“I hope nobody heard that,” Rupert said. Then he turned his head to give Keenin a proud and mischievous smile.

Keenin smiled back. The two of them lifted the sword into place under the knight’s hands and stood back to admire it again.

“Scalion,” Dia said grabbing his attention with his pretend name. He turned.

“Were you taught?” she asked.

Taught, Keenin thought over. What did it matter?

“It’s not like, I practiced,” he honestly said.

He had just happened to read a few stolen books and mocked out stances with a large branch. Besides, Keenin didn’t realize that they were on speaking terms. Dia’s focus shifted.

“Well it’s not like-

She stopped, looked at the rag in her hand and hurried off towards the nearest metal object to continue polishing. Keenin sighed. He supposed the name Scalion was a bit silly. He was going to return to work when this time Clide made a sound.

“Can someone hold the ladder so I can come down now?” Clide asked.

Both Dia and Keenin moved to help. They paused when they saw the other going to support the ladder, but each mentally decided it was ridiculous to avoid each other and they ended up on opposite sides of the ladder looking over at one another. Clide made his way down and leaned towards Keenin.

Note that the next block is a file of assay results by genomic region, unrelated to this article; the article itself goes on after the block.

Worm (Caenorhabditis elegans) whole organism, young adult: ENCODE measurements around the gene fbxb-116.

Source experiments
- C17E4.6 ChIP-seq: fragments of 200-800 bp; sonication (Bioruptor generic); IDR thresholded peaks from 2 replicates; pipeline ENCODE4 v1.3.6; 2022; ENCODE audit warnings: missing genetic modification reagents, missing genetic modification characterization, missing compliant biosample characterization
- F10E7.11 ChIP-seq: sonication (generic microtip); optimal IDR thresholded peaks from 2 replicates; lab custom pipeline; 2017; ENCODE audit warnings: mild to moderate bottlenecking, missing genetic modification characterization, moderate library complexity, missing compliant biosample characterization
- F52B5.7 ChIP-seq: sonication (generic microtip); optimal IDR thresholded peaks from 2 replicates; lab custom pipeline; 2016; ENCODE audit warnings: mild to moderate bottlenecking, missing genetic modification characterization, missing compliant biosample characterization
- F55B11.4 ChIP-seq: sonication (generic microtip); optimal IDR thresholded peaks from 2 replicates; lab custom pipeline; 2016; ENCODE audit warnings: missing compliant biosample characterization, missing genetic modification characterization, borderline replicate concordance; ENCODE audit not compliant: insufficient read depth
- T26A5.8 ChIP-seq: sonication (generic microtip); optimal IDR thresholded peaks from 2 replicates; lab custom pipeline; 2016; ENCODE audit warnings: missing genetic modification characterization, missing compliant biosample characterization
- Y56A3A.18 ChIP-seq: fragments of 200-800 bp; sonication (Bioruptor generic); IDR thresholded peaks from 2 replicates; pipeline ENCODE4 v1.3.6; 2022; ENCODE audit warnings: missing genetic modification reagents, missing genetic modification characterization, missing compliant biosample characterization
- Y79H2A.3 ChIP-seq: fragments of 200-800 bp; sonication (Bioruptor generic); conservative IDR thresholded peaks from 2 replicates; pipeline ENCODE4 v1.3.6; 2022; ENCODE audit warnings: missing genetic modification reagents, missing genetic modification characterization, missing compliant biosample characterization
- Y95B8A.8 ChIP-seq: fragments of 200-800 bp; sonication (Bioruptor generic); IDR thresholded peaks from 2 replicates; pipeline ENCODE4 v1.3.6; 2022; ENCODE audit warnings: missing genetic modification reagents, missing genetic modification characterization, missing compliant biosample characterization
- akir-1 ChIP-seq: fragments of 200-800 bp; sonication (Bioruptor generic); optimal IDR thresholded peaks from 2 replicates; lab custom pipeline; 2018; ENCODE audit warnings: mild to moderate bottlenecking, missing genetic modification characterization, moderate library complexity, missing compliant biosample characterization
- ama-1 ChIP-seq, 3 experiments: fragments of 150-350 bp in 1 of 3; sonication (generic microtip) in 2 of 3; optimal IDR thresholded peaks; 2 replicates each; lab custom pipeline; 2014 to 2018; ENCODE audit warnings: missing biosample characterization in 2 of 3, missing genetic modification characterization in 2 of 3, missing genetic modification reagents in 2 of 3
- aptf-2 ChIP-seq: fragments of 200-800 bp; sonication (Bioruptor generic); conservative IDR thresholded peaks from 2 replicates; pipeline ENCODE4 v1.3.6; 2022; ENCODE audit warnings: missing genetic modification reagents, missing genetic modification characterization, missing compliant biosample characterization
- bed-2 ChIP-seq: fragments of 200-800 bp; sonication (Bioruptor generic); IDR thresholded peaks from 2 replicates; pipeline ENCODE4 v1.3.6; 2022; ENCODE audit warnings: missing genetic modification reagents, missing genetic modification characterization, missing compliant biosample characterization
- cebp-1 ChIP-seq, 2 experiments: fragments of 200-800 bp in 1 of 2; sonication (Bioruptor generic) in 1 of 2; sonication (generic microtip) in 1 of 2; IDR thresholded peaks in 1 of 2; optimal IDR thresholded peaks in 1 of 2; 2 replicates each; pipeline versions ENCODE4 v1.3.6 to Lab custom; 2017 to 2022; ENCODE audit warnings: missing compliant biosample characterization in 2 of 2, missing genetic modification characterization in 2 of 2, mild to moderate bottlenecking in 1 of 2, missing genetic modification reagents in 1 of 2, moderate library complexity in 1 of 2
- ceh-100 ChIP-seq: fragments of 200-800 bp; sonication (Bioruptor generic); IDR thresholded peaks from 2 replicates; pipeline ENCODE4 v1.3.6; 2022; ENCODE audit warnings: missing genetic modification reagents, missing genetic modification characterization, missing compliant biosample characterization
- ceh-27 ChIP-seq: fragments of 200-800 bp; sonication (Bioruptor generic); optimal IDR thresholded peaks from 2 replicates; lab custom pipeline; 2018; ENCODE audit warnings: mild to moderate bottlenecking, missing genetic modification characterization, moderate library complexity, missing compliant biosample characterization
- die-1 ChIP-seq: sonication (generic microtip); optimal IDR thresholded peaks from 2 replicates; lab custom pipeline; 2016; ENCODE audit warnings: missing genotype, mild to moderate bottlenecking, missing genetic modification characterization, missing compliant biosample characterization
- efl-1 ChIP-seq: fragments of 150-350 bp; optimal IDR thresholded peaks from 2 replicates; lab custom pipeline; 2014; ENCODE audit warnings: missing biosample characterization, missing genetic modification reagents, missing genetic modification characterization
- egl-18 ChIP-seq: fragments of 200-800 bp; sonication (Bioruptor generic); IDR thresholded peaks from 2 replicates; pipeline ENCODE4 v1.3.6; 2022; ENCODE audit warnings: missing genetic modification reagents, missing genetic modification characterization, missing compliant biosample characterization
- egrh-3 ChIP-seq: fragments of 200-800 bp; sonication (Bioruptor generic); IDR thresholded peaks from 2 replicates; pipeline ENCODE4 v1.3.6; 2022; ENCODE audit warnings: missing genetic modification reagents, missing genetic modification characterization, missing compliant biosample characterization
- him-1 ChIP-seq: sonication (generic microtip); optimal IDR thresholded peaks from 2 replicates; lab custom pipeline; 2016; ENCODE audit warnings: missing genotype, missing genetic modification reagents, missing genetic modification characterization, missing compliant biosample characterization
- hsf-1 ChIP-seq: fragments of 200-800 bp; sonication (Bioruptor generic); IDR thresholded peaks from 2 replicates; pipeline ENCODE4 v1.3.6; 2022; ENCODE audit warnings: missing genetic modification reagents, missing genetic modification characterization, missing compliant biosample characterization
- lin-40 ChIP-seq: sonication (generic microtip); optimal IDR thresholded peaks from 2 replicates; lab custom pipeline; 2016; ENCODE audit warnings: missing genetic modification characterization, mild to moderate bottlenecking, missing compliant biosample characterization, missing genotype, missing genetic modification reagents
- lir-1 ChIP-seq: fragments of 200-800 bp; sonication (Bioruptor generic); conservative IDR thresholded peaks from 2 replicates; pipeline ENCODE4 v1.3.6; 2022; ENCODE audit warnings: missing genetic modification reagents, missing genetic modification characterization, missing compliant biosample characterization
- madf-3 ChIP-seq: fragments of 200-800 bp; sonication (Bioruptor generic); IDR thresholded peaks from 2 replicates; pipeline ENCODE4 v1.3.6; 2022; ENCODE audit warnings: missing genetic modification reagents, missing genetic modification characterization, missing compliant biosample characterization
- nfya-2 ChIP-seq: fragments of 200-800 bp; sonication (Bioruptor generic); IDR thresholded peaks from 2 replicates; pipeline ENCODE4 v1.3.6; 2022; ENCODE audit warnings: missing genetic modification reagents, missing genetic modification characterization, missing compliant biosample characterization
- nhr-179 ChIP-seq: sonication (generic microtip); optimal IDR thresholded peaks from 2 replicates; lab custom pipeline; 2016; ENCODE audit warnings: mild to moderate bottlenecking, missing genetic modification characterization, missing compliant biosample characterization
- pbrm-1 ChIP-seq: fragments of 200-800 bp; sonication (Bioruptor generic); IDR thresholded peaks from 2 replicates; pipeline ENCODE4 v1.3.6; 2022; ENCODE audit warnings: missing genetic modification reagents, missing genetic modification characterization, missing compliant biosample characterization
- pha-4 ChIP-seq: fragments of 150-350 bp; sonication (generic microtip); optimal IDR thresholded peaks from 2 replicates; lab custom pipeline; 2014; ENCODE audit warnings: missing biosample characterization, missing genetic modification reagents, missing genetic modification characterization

“I hope you’re feeling better because I really don’t like these clothes.”

Jeez. That dragon didn’t know how to just come out and say it. It would have been nice to get a sorry. Dia watched him between the ladder’s peak.

“I’ll take the ladder,” she said.

Keenin let go of it and without another word Dia carried it off into the back of the temple. Clide found himself a tall candlestick holder to occupy his time.

“Scalion, come help,” Rupert called out from beside the statue.

There was nowhere else for him to go. He had to face the statue of Ikabod a second time. He worked around the edges of the wrist guards feeling more like a tailor than a simple cleaner.

“Sorry,” Keenin said sheepishly apologizing for the awkwardness.

“You’re feeling better right,” Rupert noted.


“Then that’s all that matters. You know, I’ve been meaning to ask what it’s like to travel.”

“What for?”

“For a pilgrimage. I don’t just want to look at these idols for the rest of my life. One day I want to see more.”

Now that was an idea Keenin thought, going to see the gods.

“I’m not sure if it works that way,” Keenin said.

“Tell me anyway.”